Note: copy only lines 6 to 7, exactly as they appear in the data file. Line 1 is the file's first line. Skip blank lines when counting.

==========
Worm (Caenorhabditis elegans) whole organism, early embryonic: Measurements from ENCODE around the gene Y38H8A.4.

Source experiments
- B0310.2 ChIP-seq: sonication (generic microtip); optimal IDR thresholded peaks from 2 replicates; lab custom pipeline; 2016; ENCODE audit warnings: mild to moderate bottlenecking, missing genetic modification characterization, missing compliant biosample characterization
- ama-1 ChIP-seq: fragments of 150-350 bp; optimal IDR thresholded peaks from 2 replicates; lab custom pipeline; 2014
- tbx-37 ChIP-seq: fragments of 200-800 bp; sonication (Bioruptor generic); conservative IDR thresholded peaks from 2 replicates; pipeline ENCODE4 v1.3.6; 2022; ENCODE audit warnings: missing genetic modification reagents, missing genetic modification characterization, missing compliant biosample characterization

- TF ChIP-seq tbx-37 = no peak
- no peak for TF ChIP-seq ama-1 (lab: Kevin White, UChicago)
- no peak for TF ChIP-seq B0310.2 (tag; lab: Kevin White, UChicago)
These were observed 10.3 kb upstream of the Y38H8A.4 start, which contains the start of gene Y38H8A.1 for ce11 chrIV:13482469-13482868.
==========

- TF ChIP-seq tbx-37 = no peak
- no peak for TF ChIP-seq ama-1 (lab: Kevin White, UChicago)